In light of this founding myth of technics, could we say (on one hand) that Prometheus steals fire because he is conscious of chronos time, for he is thinking-ahead and time-conscious enough to plan for the future and therefore must understand the sequential measurement of time, while (on the other hand) Epimetheus is unaware of this chronology and forgets his task of clothing human beings? Or should we say instead that it is Prometheus who embodies kairos time, for he found his opportune moment to steal the beginnings of techne? Both of these associations have limitations, but both elucidate Stiegler’s reading of the two sons of Iapetus.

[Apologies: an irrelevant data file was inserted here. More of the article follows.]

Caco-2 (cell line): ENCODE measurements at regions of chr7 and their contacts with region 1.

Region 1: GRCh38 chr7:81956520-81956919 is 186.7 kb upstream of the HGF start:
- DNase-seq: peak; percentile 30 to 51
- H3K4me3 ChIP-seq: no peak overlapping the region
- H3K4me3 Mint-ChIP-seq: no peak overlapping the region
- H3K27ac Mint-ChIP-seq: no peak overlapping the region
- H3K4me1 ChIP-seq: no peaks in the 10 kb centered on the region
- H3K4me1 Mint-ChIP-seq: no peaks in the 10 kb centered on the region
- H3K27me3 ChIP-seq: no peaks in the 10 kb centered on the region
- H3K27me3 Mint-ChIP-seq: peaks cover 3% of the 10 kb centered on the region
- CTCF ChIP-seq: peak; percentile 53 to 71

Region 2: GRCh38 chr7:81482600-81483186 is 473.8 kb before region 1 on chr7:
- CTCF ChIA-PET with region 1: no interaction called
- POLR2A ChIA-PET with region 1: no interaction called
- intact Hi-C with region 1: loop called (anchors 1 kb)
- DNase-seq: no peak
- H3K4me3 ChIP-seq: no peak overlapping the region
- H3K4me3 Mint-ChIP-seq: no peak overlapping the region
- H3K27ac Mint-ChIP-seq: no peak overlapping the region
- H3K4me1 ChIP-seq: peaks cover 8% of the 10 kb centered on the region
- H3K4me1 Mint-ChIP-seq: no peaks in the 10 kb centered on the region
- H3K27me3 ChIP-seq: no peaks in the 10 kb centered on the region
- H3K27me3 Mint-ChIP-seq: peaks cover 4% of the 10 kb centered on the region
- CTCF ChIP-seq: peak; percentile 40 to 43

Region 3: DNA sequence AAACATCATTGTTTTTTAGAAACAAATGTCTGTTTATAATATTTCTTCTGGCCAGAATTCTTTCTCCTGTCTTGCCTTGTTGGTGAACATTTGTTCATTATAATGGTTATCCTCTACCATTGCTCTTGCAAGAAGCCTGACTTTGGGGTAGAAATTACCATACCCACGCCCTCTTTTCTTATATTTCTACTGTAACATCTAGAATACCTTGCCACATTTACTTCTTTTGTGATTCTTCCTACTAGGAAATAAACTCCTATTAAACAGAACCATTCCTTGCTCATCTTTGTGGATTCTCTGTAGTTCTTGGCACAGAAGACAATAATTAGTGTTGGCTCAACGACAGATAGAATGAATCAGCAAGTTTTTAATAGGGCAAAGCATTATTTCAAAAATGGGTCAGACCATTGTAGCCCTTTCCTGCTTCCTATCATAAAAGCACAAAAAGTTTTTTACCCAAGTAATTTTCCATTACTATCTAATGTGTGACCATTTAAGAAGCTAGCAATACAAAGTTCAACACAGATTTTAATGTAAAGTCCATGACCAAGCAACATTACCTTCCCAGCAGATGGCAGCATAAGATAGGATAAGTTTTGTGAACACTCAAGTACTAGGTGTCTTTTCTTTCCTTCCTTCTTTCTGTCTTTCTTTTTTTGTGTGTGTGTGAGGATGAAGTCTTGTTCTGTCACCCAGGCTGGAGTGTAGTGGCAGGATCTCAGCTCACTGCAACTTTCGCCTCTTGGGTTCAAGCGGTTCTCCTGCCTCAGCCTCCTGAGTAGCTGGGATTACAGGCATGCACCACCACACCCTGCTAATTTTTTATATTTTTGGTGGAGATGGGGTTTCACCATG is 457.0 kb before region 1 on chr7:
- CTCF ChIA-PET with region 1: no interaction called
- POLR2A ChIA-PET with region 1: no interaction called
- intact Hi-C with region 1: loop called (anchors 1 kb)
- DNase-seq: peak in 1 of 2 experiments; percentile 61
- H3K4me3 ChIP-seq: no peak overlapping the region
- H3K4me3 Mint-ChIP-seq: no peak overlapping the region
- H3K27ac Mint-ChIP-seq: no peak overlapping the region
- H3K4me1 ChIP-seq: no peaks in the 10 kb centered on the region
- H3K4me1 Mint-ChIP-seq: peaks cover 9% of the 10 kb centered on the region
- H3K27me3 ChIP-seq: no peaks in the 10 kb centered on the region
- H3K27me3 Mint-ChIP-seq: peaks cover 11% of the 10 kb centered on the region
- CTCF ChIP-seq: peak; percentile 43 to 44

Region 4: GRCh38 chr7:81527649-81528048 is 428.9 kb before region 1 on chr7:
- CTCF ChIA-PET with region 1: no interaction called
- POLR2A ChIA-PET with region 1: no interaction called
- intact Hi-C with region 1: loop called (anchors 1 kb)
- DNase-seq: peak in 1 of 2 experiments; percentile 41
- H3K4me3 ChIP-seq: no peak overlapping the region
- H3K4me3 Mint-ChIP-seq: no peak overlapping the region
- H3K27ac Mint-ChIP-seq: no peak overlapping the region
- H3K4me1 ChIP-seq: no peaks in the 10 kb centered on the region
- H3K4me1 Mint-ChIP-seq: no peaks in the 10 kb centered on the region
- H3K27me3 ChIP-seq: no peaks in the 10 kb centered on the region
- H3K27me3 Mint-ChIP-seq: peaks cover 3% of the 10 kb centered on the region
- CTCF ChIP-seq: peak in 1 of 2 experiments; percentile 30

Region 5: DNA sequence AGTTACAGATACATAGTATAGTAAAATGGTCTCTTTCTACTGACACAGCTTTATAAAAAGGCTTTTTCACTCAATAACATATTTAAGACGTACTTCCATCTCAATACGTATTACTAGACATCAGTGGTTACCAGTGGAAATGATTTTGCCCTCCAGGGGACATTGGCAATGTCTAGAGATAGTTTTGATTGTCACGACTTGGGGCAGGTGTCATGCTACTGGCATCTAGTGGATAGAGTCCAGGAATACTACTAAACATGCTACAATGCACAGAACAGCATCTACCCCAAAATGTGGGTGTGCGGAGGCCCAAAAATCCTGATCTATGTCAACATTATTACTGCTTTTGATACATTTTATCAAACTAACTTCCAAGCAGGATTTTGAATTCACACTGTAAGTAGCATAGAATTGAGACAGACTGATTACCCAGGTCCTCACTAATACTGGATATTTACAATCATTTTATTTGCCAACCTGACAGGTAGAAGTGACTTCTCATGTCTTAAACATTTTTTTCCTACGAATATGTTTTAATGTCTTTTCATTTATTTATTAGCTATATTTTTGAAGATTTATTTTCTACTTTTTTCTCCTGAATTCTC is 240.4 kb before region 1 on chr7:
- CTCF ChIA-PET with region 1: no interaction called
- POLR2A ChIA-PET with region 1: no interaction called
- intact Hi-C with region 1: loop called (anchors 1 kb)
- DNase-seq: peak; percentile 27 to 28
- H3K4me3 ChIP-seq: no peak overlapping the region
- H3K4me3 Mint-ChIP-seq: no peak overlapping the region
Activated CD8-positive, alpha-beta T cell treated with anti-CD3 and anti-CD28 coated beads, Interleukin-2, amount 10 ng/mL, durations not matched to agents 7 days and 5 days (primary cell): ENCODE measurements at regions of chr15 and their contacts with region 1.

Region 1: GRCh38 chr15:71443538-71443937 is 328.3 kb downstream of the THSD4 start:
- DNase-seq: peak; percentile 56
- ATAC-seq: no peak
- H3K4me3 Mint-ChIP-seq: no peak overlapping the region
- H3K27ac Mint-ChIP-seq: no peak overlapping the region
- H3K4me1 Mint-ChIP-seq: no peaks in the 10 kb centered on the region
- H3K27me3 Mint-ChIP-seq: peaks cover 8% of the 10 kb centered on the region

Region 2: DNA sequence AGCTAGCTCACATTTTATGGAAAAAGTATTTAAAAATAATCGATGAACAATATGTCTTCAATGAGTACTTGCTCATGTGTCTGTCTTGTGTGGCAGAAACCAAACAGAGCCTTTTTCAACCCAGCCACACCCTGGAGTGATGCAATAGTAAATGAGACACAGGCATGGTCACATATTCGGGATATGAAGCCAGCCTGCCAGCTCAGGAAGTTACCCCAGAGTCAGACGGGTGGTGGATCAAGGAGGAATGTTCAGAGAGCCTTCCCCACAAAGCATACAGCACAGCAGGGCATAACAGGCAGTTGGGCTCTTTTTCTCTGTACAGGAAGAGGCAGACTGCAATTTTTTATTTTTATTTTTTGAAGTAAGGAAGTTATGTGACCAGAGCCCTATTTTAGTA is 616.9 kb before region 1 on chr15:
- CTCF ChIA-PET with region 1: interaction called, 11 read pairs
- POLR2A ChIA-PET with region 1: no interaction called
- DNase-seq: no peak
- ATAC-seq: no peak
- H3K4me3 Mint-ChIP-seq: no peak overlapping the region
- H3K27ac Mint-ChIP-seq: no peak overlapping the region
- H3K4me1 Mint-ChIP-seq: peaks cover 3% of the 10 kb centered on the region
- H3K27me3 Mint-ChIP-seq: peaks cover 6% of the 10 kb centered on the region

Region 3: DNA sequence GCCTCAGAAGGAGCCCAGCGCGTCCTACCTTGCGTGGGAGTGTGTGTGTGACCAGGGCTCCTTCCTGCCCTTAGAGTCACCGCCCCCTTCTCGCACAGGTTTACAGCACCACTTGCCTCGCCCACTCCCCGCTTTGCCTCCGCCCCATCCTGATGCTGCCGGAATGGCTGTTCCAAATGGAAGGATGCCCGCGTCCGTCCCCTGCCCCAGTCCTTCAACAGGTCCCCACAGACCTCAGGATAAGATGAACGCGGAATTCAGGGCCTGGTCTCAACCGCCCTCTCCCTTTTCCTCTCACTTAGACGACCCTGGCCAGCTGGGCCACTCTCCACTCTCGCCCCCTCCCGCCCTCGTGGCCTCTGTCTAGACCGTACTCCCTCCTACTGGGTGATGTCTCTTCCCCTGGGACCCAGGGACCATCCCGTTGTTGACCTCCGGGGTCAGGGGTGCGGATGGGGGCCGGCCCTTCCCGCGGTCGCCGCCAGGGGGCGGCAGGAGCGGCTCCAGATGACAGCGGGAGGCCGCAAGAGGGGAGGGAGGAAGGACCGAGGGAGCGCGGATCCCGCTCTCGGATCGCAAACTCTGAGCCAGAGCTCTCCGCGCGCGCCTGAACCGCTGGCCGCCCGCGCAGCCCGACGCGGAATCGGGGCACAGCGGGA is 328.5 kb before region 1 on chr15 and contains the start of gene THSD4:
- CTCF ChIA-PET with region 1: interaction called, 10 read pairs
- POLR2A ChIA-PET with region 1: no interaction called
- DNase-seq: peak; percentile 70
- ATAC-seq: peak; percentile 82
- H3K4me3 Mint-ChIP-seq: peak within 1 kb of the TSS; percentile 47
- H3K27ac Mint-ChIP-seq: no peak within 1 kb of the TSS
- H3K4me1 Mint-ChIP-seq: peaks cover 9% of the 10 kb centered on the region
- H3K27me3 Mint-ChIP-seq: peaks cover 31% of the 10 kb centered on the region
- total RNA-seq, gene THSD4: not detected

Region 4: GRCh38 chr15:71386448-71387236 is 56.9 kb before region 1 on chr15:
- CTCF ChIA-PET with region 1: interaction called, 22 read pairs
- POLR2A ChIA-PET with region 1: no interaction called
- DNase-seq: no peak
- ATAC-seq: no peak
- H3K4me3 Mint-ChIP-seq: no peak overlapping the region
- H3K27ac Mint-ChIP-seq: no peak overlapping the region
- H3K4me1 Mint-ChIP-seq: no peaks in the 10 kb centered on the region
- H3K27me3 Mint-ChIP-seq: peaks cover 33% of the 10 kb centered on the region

The problematic relationship between time, humanity, death, and technology with which we are concerned may become clearer in light of these associations, given that many contemporary discourses value the calculated violence of speed over the potential peace of slow conduct. The connection between these figures, unexplored by Stiegler (indeed by his own friendly admission), is made here suggestively and not exhaustively. While we may argue that Epimetheus cannot be representative of kairos time because he missed the opportune moment to clothe human beings and forgot his task, I suggest that it would be too easy to write off this connection simply because Epimetheus did not seize the moment, for kairos time by its very nature also challenges the idea that time itself is something to be seized like a tool or commodity or mobilized instrumentally toward an end (although, in light of the opportunistic and exploitative conditioning of time by capital, we may be tempted to consider kairos time to be the right moment to be decisive and buy the right stocks or advance one’s career). The time of kairos is surely decisive and opportune, but it need not be capitalist like the measuring chronology of chronos time has largely become.